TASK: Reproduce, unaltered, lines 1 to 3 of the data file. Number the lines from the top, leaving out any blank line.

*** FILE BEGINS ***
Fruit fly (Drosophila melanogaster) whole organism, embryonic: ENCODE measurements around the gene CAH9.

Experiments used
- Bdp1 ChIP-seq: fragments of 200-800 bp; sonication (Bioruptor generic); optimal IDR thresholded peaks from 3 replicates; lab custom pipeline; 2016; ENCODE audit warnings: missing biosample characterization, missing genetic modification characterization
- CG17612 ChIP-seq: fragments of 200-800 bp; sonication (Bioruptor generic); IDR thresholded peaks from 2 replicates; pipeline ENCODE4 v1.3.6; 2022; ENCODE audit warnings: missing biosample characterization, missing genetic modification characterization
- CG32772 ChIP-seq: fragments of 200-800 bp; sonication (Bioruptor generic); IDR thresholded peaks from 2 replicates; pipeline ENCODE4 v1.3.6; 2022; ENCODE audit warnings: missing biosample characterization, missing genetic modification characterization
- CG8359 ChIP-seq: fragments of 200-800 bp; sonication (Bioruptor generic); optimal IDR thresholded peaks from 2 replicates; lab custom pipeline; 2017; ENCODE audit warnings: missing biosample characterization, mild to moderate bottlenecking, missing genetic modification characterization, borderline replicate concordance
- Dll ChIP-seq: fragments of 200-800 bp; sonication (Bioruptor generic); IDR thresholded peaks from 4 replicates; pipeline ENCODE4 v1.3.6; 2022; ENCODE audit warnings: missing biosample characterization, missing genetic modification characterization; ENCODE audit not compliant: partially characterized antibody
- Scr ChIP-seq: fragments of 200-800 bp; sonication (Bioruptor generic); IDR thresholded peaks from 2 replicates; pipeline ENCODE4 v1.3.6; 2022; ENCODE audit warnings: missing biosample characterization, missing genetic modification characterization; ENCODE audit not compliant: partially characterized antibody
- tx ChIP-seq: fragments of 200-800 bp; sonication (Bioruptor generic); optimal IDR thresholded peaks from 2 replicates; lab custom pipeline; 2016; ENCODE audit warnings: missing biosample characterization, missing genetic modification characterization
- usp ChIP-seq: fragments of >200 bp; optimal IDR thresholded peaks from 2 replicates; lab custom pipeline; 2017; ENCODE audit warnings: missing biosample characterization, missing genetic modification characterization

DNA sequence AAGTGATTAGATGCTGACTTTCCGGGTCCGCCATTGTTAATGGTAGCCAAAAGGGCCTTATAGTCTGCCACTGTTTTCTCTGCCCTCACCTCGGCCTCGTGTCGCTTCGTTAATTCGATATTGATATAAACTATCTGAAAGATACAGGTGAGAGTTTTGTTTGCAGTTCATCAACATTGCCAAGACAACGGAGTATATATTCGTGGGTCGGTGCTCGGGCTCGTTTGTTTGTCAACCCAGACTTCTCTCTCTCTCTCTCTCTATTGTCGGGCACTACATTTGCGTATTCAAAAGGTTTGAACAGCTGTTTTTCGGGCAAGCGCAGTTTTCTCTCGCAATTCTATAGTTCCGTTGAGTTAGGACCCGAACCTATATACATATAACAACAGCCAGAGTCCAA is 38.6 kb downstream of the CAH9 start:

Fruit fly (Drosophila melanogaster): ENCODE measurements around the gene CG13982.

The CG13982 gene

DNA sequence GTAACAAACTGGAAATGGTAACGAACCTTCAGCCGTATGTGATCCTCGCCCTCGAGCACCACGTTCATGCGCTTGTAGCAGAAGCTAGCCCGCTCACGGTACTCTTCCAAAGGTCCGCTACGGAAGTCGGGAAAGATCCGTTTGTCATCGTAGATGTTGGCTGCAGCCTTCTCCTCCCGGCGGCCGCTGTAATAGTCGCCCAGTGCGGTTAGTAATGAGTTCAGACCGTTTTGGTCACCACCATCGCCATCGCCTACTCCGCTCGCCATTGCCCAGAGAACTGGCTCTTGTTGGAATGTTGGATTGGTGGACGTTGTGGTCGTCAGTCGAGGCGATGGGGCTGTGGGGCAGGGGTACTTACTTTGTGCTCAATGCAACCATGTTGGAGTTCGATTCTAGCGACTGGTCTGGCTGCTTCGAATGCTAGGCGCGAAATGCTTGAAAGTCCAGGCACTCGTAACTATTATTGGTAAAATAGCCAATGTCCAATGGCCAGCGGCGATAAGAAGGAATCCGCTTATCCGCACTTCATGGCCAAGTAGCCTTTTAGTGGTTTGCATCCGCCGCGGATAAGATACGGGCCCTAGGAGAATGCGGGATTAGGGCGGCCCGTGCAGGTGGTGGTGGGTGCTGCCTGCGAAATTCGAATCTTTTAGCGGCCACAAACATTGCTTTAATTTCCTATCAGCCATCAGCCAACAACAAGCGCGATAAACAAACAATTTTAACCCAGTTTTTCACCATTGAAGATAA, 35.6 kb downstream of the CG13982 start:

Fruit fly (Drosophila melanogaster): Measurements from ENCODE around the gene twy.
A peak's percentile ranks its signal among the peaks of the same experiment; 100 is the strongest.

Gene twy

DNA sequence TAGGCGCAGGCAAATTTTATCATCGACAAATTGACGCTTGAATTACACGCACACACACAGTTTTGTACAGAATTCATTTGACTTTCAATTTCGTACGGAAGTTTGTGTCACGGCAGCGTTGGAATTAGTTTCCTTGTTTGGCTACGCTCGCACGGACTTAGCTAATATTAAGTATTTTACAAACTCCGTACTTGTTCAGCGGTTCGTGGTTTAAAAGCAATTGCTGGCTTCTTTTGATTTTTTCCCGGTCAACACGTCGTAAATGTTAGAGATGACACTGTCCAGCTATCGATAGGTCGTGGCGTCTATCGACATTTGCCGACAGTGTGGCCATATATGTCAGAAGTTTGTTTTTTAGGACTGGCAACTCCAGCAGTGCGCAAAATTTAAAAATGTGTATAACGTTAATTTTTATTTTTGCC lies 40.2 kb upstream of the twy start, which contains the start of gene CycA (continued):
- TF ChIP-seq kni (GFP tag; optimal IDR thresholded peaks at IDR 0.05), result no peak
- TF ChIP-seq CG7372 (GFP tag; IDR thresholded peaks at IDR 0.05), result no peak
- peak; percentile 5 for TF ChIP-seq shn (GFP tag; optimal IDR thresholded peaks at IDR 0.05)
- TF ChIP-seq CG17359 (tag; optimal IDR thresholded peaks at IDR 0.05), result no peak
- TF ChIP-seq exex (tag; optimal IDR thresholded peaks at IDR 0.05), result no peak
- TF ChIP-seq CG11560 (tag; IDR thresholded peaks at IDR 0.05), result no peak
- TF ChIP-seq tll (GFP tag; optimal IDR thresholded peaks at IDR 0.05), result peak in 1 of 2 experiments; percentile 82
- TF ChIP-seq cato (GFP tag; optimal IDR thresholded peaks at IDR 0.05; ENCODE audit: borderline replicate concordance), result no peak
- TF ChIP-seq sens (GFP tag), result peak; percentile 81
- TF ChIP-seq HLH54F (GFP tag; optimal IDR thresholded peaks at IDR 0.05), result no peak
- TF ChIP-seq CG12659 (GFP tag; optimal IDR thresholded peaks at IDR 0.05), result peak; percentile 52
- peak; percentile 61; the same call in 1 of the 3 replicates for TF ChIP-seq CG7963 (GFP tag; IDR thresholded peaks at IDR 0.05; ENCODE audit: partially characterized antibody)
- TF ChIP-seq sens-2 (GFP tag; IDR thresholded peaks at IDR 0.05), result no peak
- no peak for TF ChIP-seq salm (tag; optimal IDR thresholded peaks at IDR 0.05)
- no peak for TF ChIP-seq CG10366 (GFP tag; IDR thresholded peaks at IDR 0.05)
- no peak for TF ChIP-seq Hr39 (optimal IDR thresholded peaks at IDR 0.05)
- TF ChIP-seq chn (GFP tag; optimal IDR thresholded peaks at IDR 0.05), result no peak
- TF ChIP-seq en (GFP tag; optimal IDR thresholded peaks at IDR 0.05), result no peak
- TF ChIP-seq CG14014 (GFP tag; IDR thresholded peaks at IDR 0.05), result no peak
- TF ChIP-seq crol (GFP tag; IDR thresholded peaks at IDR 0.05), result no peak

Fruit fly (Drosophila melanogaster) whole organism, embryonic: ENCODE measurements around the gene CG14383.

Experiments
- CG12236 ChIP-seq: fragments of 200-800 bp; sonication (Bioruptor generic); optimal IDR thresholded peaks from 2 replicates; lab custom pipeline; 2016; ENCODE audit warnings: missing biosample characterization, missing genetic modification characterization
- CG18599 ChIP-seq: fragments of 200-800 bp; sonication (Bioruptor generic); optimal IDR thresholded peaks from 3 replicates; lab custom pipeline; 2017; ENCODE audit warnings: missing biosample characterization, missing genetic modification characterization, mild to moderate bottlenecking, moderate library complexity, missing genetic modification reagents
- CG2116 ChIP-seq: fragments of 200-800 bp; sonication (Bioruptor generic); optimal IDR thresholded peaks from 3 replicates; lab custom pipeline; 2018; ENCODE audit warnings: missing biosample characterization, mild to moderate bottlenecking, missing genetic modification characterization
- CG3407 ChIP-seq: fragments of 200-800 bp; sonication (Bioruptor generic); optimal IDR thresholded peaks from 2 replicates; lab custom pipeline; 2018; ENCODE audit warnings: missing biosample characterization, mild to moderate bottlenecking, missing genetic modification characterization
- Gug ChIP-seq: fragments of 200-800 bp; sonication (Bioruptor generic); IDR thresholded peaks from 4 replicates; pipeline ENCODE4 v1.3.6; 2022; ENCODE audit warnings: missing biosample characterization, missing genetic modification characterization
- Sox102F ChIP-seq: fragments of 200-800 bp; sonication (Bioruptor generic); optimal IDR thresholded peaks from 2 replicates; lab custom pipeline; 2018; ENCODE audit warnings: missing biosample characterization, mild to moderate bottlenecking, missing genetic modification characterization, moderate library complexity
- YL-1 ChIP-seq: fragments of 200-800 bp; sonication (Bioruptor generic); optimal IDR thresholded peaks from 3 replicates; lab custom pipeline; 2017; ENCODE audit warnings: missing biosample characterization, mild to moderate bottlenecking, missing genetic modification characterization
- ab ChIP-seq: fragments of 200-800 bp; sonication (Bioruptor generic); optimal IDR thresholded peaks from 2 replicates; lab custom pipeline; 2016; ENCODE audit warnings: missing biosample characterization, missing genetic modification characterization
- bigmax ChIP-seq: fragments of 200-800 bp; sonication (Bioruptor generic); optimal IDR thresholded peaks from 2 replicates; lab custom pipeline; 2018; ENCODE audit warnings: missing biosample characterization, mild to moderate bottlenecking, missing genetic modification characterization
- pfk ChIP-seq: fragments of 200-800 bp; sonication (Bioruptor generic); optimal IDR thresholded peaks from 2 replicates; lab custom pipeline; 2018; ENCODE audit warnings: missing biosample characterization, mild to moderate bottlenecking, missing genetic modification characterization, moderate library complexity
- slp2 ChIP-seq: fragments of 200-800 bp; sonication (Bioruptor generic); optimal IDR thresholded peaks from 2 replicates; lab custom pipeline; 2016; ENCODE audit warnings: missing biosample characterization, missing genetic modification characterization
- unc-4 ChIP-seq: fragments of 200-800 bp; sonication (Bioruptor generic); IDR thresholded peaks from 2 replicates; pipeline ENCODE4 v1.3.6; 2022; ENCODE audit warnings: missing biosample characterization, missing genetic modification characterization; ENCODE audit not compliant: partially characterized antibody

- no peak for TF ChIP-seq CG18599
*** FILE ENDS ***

Fruit fly (Drosophila melanogaster) whole organism, embryonic: ENCODE measurements around the gene CAH9.

Experiments used
- Bdp1 ChIP-seq: fragments of 200-800 bp; sonication (Bioruptor generic); optimal IDR thresholded peaks from 3 replicates; lab custom pipeline; 2016; ENCODE audit warnings: missing biosample characterization, missing genetic modification characterization